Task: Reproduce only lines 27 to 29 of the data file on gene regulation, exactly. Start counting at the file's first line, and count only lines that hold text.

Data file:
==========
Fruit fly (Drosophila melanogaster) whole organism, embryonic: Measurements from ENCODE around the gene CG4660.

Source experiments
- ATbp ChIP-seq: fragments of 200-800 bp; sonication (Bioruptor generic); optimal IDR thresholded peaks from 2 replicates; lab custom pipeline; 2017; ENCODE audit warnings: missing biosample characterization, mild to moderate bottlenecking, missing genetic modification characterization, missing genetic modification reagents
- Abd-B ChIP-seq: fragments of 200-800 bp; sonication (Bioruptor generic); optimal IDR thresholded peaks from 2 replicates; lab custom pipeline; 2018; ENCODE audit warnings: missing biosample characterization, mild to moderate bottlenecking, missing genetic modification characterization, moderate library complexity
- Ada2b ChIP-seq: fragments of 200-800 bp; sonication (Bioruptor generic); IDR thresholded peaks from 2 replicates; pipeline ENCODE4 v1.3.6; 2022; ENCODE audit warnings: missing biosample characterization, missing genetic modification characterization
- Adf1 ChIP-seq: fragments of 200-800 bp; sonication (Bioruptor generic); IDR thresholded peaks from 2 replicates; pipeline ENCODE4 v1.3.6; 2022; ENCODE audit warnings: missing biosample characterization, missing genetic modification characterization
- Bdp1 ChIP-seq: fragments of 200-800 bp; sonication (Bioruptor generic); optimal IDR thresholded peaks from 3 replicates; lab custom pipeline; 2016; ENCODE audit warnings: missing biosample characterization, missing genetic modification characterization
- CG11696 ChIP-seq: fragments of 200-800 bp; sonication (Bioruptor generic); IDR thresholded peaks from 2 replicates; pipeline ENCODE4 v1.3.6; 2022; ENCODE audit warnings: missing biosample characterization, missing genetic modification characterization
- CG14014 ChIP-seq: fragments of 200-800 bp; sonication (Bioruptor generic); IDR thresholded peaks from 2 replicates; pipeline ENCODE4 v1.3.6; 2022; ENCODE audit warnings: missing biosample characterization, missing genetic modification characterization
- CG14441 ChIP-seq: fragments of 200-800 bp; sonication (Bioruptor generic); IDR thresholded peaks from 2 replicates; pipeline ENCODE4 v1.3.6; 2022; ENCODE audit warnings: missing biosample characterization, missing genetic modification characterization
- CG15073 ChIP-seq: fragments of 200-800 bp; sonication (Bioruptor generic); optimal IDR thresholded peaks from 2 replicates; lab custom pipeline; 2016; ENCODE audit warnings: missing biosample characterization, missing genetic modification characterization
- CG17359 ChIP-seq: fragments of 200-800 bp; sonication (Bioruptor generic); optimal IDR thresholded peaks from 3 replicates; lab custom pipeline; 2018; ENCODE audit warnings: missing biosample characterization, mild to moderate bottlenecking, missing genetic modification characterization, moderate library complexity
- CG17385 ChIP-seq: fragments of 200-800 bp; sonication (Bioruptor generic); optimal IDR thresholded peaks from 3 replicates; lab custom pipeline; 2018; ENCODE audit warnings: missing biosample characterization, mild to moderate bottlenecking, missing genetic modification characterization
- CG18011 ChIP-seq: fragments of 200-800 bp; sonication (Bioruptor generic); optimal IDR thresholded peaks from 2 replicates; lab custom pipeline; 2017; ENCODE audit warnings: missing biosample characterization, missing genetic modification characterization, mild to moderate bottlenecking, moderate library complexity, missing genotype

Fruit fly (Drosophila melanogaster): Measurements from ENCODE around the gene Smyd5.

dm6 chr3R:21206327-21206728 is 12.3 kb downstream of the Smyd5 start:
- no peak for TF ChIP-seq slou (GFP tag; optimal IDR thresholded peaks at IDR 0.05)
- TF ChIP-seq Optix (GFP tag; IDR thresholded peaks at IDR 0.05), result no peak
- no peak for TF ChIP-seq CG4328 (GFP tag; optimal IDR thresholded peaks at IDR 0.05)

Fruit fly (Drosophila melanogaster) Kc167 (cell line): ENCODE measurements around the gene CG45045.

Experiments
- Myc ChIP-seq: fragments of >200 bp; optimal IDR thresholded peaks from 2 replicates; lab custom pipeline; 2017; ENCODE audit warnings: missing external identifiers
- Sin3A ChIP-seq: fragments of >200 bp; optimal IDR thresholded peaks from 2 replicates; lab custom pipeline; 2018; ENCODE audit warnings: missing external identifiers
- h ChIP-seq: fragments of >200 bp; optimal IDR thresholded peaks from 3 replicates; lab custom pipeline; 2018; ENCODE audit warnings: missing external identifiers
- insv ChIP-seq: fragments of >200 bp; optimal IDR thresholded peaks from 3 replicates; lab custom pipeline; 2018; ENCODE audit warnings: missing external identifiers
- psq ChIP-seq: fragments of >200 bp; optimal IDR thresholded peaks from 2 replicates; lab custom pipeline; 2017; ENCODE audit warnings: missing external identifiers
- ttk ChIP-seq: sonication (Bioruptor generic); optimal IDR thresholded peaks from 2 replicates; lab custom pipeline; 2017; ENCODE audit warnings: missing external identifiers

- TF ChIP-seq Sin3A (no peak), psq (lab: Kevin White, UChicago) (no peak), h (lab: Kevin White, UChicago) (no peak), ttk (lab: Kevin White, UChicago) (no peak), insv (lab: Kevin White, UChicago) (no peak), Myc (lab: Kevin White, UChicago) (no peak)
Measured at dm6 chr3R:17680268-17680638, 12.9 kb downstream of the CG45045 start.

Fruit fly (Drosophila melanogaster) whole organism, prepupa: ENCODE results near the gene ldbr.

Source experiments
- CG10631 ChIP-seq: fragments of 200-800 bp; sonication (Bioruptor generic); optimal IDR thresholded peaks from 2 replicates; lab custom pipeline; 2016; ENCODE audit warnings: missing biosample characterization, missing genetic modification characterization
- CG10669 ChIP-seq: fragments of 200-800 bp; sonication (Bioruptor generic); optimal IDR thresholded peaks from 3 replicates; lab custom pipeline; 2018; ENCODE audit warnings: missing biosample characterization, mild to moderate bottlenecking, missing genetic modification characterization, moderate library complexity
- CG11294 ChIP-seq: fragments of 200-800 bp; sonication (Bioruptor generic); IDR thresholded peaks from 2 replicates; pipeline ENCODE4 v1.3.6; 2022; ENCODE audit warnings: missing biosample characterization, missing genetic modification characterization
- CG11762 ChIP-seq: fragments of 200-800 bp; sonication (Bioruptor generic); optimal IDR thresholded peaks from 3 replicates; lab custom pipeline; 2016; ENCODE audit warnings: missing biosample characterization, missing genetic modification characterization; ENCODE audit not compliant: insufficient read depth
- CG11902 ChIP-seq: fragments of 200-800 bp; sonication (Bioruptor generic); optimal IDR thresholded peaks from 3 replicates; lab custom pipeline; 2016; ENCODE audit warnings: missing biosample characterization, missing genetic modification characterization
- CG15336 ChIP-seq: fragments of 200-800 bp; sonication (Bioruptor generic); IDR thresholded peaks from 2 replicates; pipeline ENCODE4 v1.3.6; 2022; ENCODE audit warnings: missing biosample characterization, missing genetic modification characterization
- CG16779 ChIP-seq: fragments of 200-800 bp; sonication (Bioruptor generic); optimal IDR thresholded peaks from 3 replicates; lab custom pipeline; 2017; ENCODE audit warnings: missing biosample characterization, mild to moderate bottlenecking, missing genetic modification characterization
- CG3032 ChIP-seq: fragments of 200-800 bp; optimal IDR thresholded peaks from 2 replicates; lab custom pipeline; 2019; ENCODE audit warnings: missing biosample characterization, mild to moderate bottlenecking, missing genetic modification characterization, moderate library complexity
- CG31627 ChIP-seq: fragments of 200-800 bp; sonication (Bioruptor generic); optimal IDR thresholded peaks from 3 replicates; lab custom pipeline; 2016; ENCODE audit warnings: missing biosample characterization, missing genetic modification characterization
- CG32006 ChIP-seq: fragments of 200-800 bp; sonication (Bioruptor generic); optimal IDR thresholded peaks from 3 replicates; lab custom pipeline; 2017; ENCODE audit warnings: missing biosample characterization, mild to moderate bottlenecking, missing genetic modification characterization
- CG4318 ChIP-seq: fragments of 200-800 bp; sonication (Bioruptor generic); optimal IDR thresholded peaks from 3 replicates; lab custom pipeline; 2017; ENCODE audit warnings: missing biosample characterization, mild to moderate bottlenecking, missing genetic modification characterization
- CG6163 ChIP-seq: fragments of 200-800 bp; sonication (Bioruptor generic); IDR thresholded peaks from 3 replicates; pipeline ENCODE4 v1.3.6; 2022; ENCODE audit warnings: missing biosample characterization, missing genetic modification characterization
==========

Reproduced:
- ttk ChIP-seq: sonication (Bioruptor generic); optimal IDR thresholded peaks from 2 replicates; lab custom pipeline; 2017; ENCODE audit warnings: missing external identifiers

- TF ChIP-seq Sin3A (no peak), psq (lab: Kevin White, UChicago) (no peak), h (lab: Kevin White, UChicago) (no peak), ttk (lab: Kevin White, UChicago) (no peak), insv (lab: Kevin White, UChicago) (no peak), Myc (lab: Kevin White, UChicago) (no peak)
Measured at dm6 chr3R:17680268-17680638, 12.9 kb downstream of the CG45045 start.